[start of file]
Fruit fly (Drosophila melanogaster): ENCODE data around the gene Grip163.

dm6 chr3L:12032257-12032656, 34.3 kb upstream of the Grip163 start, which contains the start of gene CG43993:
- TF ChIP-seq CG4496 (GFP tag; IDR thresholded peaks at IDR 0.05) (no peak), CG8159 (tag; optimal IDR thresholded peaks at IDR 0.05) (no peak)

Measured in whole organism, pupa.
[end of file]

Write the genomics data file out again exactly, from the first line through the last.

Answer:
Fruit fly (Drosophila melanogaster): ENCODE data around the gene Grip163.

dm6 chr3L:12032257-12032656, 34.3 kb upstream of the Grip163 start, which contains the start of gene CG43993:
- TF ChIP-seq CG4496 (GFP tag; IDR thresholded peaks at IDR 0.05) (no peak), CG8159 (tag; optimal IDR thresholded peaks at IDR 0.05) (no peak)

Measured in whole organism, pupa.